The quesions on Australia, the Pacific Islands Forum and the Melanesian Spearhead Group (MSG) were clearly intended to address issues important to the the Lowry Institute that has a place in informing the Australian government on foreign policy issues.  In my view, they were of less importance than the questions on Fiji which comprised the other half of the report.

5. Why did the Lowy Institute not report all the tables?
6. Which tables did the Lowy Institute choose not to release?

I not not aware that it did but this is not unusual in survey reports. Itaukei and Indo-Fijian opinions were shown separately on some tables, including the one on Bainimarama. Wadan infers a sinister purpose. I doubt it.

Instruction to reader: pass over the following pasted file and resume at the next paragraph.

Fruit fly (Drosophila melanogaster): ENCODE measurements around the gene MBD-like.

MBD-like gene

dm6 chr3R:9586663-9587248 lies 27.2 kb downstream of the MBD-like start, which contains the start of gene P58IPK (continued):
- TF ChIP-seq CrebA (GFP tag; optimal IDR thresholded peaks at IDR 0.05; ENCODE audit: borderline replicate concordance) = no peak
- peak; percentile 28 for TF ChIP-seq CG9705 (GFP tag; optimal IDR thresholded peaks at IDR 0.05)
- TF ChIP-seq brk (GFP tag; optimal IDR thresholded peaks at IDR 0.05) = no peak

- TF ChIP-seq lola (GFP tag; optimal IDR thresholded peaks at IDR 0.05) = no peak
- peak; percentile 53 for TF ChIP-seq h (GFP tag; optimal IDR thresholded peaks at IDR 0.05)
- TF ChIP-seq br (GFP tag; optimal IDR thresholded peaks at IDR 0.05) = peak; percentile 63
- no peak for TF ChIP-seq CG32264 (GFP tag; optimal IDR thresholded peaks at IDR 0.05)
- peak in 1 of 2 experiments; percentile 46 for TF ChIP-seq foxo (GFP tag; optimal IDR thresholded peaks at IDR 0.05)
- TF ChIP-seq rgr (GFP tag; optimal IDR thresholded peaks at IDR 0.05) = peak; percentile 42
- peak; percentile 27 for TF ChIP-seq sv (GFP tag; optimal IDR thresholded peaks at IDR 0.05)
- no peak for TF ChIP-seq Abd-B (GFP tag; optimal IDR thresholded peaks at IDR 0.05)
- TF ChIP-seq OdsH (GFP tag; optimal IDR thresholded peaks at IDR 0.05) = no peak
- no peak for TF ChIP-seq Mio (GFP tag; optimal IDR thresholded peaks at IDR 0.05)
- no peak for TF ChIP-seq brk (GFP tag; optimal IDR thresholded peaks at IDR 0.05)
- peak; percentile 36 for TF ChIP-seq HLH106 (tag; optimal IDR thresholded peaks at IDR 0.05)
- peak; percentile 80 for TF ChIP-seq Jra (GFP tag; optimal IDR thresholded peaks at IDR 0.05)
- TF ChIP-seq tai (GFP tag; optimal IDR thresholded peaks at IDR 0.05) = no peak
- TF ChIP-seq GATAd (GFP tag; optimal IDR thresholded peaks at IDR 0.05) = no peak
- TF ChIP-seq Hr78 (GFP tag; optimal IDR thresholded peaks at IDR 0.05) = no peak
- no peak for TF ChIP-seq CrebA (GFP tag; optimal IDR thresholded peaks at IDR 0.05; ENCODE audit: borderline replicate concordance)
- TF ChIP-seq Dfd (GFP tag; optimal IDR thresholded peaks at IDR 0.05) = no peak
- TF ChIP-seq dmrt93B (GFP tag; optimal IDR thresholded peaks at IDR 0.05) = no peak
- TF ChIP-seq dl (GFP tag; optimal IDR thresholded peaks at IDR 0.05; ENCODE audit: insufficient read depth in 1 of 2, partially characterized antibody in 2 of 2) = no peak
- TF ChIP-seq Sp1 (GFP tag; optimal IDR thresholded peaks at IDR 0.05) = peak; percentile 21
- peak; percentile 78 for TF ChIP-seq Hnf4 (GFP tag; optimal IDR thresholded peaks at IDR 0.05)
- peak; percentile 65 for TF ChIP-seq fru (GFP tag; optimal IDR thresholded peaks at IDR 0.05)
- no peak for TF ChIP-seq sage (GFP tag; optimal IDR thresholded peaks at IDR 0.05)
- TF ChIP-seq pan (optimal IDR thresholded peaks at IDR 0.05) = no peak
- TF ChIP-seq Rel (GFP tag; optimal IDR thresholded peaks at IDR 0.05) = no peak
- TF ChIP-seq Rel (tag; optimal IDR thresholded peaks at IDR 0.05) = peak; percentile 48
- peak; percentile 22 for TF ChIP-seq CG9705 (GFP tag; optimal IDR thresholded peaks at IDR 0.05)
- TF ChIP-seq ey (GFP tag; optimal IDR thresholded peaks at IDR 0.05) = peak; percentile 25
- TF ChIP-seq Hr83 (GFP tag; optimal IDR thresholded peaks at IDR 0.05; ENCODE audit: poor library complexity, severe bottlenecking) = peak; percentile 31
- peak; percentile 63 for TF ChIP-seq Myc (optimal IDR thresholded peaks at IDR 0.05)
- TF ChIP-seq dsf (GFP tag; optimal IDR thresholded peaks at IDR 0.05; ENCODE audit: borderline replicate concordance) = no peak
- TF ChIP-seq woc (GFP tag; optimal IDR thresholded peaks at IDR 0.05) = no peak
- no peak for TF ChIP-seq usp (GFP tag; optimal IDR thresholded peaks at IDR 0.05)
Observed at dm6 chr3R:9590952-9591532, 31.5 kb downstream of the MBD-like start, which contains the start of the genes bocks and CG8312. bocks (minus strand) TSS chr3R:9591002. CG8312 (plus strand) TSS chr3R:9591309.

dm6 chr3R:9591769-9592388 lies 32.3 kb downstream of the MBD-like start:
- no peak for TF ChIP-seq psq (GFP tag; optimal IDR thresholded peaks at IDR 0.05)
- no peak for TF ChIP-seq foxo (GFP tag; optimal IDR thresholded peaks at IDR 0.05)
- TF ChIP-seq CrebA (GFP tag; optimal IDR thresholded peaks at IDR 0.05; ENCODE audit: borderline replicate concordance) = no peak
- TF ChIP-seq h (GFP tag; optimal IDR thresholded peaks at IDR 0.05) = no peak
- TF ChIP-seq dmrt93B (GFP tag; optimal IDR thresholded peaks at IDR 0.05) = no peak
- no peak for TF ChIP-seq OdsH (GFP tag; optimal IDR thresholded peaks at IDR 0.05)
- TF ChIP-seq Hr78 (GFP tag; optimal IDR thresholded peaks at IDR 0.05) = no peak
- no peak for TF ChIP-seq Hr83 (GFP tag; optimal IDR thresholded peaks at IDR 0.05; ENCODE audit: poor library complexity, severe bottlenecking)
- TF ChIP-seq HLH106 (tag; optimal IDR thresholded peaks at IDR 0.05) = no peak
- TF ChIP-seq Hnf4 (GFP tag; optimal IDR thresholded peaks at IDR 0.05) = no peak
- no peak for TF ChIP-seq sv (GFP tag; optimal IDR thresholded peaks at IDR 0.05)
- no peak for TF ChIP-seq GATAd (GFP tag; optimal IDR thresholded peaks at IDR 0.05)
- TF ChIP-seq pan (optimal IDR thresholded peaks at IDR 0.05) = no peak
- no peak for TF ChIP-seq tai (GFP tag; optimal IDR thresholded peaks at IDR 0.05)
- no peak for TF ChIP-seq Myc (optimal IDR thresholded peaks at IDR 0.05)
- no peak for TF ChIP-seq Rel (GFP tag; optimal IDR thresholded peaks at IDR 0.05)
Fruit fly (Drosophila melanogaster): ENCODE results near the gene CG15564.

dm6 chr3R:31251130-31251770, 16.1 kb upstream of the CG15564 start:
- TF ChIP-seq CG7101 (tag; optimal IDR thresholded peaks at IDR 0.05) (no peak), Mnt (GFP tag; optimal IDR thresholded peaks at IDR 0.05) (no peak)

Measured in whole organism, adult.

Most poll answers showed a range of responses from approval to disapproval. The range, in question after question, is not consistent with a population living in fear. One-third of the people thought Bainimara's performance was poor, very poor or only average!

7. Who financed the poll and their interests in Fiji?
There is no secret about this. And my quess is that the Lowry Institute expected a very different result. It would to interesting to know what Tuilaepa, Anthony, Singh and Narsey would have said had it been so. I doubt they would have found any fault with the methodology. The criticism of methods is because government opponents do not like the poll results.

8. Links between Tebbutt Research and the Bainimarama regime and functionaries?
I think Dr Narsey is referring to the friendship between Cez Tebbutt and Sharon Smith-Johns, the Permanent Secretary of Information. I agree with Wadan that government must have known this poll was taking place but I see nothing sinister in the influence of the friendship on the poll.